“And he that sat upon the throne said, Behold, I make
all things new.”
We are accustomed to think of Easter as the most joyous
of festivals, and certainly all the texts of today’s liturgy, and all the
Easter hymns, fill our mouths with words of rejoicing:
“Come ye faithful, raise the strain
of triumphant gladness;
God hath brought his Israel
Into joy from sadness.”
“Come ye sad and fearful hearted
With glad smile and radiant brow
Lent’s long shadows have departed
All his woes are over now
And the passion that he bore:
Sin and pain can vex no more”
“Death is conquered, man is free
Christ has won the victory.”
In light of all this joy perhaps it is not easy for us to
realise that the first Easter was not, for the friends of Jesus, a very
happy occasion. If you consider carefully the Gospel accounts of those
events following the Resurrection, I think you will see that the immediate
response of the disciples was not one of triumphant joy, bur rather, one of
fear, and bewilderment, and despair.
One of the most poignant of those stories is the one
about the two disciples walking sorrowfully along the road to Emmaus. As
they walked along, a stranger joined them, and asked them what it was that
they were talking about so sadly. And they told him about Jesus’ death and
the empty tomb. “But we trusted,” they said (and hear the bitter despair of
the words), “we trusted that it had been he who should have redeemed
Israel.” So blinded were they by their grieving that they did not then
recognize that the stranger who walked with them was the Risen Lord. “O
slow of heart to believe all that the prophets have spoken!”
Perhaps their blindness surprises us. But consider what
had happened. The shameful death of Jesus upon the cross of suffering had
spelled for his followers the end of all their hopes. The triumphant
procession into the Holy City only a week before, when the crowds had hailed
Jesus the Messiah with their cries of “hosanna” must now, after Calvary,
have seemed nothing but a farce. Something had gone wrong, terribly wrong.
For how could this Jesus, cruelly executed, dead, and buried, be the
redeemer of Israel? Could God create life out of death? And now even the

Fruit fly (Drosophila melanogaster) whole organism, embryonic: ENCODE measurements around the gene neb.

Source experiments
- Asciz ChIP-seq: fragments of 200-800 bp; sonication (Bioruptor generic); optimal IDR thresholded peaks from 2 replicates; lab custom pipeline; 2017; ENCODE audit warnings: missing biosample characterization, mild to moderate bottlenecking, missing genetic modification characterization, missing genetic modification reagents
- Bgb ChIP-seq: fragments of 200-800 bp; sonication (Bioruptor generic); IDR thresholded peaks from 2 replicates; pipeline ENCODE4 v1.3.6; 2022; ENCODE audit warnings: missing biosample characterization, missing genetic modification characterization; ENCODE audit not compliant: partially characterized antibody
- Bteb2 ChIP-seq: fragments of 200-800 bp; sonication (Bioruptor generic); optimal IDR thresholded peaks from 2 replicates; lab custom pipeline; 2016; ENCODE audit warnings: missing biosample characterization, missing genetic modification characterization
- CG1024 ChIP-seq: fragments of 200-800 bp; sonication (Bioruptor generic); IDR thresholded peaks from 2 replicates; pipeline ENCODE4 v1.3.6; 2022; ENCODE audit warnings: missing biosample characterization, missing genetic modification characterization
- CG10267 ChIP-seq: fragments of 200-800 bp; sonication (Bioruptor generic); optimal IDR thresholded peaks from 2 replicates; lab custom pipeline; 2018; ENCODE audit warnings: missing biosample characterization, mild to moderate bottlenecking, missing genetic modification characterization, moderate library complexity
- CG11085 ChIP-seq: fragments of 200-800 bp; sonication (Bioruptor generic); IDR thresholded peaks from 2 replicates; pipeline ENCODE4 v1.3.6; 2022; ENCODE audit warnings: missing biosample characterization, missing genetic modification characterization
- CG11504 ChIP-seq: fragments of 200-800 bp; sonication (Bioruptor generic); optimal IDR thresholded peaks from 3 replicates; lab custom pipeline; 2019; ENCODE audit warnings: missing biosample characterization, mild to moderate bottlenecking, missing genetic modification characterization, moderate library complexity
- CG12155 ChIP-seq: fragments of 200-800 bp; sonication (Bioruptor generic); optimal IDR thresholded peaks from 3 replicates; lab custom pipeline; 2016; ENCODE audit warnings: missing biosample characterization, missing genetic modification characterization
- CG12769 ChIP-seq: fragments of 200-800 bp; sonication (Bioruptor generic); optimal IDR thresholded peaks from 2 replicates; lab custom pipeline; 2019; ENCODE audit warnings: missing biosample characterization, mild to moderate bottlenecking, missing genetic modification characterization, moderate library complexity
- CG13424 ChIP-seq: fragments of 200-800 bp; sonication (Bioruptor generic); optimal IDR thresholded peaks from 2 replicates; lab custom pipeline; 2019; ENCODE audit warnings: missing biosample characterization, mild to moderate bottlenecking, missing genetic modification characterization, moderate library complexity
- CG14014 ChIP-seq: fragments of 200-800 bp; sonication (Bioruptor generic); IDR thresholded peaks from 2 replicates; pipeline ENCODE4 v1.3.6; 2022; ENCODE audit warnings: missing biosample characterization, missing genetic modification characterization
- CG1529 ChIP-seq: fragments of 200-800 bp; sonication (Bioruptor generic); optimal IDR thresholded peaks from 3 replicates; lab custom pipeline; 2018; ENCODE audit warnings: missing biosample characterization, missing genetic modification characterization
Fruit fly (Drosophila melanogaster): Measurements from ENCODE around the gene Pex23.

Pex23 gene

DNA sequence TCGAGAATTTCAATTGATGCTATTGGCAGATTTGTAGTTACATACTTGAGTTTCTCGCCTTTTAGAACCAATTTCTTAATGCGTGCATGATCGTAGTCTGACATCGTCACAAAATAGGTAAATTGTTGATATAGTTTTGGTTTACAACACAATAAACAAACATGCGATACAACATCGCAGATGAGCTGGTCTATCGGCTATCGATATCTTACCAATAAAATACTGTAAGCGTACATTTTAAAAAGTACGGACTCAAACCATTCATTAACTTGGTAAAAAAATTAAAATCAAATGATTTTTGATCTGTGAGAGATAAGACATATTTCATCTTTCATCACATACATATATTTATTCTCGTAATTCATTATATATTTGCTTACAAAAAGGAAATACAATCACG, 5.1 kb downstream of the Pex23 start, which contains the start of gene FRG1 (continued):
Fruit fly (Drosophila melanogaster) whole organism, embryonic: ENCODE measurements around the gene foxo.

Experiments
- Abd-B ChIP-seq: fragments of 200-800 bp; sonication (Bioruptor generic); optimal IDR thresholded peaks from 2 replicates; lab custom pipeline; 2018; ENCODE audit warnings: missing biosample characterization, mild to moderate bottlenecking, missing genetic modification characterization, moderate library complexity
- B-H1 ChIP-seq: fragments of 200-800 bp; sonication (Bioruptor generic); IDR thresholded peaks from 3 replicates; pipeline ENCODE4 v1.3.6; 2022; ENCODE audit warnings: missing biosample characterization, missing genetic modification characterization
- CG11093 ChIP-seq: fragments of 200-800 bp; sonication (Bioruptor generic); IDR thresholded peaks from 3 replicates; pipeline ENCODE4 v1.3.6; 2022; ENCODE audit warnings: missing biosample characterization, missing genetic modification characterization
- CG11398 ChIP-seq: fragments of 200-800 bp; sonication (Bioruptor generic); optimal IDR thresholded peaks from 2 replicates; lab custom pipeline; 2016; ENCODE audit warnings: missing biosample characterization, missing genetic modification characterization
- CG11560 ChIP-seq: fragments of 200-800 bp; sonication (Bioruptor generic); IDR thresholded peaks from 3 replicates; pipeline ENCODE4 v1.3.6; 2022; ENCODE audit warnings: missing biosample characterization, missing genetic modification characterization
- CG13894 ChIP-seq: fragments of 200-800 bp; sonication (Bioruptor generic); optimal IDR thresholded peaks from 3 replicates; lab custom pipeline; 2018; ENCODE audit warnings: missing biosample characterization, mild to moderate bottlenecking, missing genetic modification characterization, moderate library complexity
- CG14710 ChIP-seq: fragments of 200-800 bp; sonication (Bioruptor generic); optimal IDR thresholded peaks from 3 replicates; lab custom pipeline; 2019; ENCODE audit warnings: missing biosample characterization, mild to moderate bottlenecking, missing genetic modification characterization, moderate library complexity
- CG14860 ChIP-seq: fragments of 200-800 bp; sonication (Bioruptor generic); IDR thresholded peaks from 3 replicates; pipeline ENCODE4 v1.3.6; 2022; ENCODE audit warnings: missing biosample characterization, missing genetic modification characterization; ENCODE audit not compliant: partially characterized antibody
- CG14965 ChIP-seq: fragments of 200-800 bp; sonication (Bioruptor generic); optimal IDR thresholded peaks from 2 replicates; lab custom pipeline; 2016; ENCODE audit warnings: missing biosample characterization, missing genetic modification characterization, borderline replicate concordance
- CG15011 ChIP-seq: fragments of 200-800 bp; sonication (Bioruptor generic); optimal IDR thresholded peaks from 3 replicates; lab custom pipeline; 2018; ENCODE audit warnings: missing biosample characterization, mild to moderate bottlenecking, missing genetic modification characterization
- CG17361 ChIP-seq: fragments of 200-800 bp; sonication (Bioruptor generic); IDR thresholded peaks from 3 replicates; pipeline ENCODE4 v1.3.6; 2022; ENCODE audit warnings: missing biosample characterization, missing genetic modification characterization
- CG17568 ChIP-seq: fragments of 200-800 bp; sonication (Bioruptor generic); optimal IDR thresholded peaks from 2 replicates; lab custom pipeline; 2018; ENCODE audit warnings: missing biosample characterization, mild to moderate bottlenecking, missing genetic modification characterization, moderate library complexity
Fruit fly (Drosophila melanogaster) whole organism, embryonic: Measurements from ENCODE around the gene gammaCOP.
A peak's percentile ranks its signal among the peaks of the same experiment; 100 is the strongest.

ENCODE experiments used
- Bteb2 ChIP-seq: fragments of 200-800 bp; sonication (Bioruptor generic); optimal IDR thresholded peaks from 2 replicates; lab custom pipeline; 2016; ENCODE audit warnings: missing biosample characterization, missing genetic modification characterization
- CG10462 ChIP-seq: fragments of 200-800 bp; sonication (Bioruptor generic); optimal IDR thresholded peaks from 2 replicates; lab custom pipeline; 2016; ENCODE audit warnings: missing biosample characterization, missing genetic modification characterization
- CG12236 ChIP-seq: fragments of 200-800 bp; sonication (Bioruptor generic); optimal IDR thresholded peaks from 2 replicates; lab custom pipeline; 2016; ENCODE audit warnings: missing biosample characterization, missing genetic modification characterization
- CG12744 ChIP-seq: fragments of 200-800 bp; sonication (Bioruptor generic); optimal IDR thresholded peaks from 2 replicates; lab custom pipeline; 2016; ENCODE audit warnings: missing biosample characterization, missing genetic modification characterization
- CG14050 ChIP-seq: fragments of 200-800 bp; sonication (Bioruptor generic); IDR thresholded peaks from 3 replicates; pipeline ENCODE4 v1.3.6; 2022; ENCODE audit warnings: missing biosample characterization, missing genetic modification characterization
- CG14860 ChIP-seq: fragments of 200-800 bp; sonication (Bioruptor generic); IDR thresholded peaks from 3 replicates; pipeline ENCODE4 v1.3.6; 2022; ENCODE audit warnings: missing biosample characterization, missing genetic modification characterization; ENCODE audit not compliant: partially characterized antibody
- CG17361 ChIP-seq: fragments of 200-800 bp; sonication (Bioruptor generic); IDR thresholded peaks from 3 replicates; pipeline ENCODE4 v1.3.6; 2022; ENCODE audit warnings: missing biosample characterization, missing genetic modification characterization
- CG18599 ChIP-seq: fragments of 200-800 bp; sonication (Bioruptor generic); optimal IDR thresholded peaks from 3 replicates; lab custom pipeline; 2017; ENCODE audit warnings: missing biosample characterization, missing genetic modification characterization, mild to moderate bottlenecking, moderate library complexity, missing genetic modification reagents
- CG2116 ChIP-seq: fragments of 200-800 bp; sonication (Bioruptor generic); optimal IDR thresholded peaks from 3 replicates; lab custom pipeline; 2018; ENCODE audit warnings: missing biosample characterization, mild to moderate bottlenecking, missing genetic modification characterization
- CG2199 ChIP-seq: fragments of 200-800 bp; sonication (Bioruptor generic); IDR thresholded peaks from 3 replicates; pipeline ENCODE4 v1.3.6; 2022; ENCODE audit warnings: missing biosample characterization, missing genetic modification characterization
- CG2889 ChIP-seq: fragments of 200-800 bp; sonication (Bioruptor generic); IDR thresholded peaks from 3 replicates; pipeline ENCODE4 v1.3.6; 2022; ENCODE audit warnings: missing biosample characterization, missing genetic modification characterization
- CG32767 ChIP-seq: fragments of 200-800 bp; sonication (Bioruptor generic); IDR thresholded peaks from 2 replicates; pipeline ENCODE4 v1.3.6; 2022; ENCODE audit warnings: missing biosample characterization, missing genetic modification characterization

body was gone.
They did not understand. They were confused and
disappointed and afraid, and they ran away and hid.
They did not understand because they could not see beyond
all their own shattered expectations - “We trusted that it had been he who
should have redeemed Israel.” Despite all that Jesus had said to them about
his dying and rising again, and all the peculiar nature of his kingdom, it
was simply impossible for them, while he was still with them, to see beyond
their own rather limited hopes and ambitions, and their own expectation that
they had found in him a leader who would restore the ancient kingdom of
That God’s way of redemption could be something very
different and altogether greater than their own cherished hopes, they could
not comprehend. It was only in the devastation, the shattering, of their
own expectations, only in such pains of travail, that they would give birth
to faith – that their eyes would be opened to see God’s new and living way.
It was only by sharing in Jesus’ dying, in themselves, that they would share
also in his new life.
For it is not God’s work to support and confirm our
complacencies and conventions. It is God’s work to make all things new. And
there is no new birth, says Jesus, without those pains of travail.
We all have our own plans and hopes and ambitions. We
all have our own expectations, and we are disappointed and frustrated when
they are unfulfilled. “We trusted that it had been he who should have
redeemed Israel.” We all know how God ought to manage things. We want him
for a partner in our plans, and we are bitterly disappointed when things
seem not to work out that way. We worry and fret and even despair.
But all that is so pitifully wrong – for it is God’s
truth that if we would live, we must first die. “You are dead,” says St.
Paul, “and your life is hid with Christ in God.” “Unless a grain of wheat
fall to the ground and die,” says Jesus, “it abideth alone, but if it die,
it beareth much fruit.” It is out of death that God bring resurrection.
It is when we are freed from the bondage of false hopes
and empty optimisms, the captivity of vain ambitions, and narrow
complacencies, that we become heirs of God’s new kingdom.
It is when the bread is broken that it becomes the bread
It is when the vine is outpoured that it becomes for us
the cup of blessing.
God makes the world from nothing – He makes new life out
of death. And that is a painful and awesome transformation!
We do not come to God for a little help, a little support
for our own good intentions – We come to him for resurrection. God will not
be asked for a little – He will be asked for all; for it is He who makes all
And therefore rejoice in Him, and sing a new song. For
he is the first and the last, and the living one. To Jesus Christ, who dies,
and lives, together with the Almighty Father and the Holy and life-giving
Spirit – to God the Holy Trinity, be all honour, praise and dominion, now,
henceforth and for ever.